It Seems to Me …
. . . this is another list that is missing the “P” word!
Recently, a seminary leader preached a sermon expressing his deep concern that his denomination had lost its spiritual compass and needed a resurgence. Many of us, from a wide variety of denominations and associations, would, sadly, agree. He called for a refocusing on the Great Commission. Bravo! would be our reply across the board. To accomplish this worthy, biblical objective, he proposed a rigorous 12 point agenda. So far, so good.
The agenda was a call to stop debating interesting points of doctrine and return to the basics of making Christian disciples who are capable of doing the same. Twelve back-to-basics, yet demanding, precepts/foundational truths of the faith at which the Christian Church is currently under achieving. Obeying the Great Commandment to love our neighbors in action not merely attitude. Taking time to develop our families into Christian families with the potential of influencing society and changing culture. Centralizing the gospel in our lives for the glory of God. Reorganizing the systems of how our congregations function on 21st century realities. Realizing collaboration is essential, not optional, if we plan to significantly impact our communities. First and foremost, the lordship of Christ in every aspect of personal and church life and decision-making.
This list, as they say, will preach anywhere. I hope it will have much exposure in the preacher’s own denomination. And I trust many students at his seminary will take those 12 truths with them into their future ministries. But as powerful as the sermon may have been and as exhaustive as the full list may appear, I fear it was one item short of success.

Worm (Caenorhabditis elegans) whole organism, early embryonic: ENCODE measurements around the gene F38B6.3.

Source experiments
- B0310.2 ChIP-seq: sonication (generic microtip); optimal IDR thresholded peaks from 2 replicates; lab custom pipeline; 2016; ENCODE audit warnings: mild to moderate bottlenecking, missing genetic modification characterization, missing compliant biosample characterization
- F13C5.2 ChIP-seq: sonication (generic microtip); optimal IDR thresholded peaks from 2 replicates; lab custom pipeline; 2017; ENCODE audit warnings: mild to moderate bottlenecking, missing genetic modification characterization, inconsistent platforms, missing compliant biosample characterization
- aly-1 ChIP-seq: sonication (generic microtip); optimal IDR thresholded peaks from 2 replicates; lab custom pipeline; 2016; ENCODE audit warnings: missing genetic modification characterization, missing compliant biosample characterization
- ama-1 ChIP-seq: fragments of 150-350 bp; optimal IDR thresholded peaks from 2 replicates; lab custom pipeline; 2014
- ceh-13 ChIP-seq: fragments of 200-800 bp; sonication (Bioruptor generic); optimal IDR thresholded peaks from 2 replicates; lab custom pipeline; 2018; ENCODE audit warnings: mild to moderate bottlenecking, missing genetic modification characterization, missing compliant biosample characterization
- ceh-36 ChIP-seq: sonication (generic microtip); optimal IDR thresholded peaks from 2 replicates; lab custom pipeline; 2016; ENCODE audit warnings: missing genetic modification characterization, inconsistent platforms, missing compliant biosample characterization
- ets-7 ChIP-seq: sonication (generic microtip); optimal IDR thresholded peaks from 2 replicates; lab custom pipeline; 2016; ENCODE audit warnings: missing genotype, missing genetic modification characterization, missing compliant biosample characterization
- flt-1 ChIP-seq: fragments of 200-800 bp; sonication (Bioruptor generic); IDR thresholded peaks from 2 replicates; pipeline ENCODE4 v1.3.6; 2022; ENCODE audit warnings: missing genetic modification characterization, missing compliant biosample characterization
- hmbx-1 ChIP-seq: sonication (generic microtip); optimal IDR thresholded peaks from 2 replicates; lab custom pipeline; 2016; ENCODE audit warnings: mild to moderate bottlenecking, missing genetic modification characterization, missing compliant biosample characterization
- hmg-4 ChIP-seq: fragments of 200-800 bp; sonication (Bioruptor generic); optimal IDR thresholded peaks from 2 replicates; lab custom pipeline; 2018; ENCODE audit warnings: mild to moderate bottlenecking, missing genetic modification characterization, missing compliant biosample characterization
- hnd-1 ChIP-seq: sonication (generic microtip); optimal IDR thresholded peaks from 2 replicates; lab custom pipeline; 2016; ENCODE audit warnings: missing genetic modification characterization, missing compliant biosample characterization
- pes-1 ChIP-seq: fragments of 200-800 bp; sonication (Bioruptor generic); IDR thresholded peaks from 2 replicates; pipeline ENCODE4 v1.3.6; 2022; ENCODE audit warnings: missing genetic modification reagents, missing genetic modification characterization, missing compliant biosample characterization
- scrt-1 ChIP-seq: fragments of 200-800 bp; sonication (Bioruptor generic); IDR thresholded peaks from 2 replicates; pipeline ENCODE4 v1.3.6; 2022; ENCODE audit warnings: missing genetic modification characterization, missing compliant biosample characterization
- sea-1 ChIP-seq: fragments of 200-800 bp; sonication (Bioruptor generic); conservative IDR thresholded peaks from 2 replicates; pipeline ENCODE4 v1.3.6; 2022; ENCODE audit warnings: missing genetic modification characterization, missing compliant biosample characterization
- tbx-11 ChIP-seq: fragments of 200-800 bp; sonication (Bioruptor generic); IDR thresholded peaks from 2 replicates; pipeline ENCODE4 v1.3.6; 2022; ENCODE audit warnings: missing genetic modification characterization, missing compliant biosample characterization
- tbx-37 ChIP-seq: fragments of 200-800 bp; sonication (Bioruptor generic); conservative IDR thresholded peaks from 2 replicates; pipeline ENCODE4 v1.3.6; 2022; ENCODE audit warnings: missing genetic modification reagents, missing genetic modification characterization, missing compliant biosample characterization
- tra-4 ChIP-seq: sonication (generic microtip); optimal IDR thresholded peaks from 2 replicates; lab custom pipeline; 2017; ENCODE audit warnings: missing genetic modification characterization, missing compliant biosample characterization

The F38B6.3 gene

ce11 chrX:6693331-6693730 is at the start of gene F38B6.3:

If you have walked through a convention hall viewing all the latest model vehicles at the annual Auto Show, you know that some of the most intriguing models are those identified as the cars-of-the-future. Forward thinking design and cutting edge technology. Striking beauty and efficiency. They look ready to go except they usually are missing one essential item: an engine.
This latest “model” of how the Church can right itself looks beautiful and seems ready to go, except the engine is missing. Twelve essential truths and not one of them involved prayer. Twelve foundational calls to obedience and none of them enlisted or engaged the people of God in praying together (something the early Church assumed was critical to advancing the gospel).
The preacher might retort that prayer is needed in each of his twelve points and he would be correct. But that is also the problem. Teachers, preachers, and leaders who give us biblically based priorities and plans, programs and projects, without the engine power of prayer and praying. If prayer is vital to every point on the list, then, well, please make it obvious. Say it. List it. Explain it. Maybe we have not lost our spiritual compass; maybe we have merely forgotten how to communicate with the guide who holds it for us on this amazing race through life.
It seems to me this is another list that is missing the “P” word.
Originally published @ www.prayerleader.com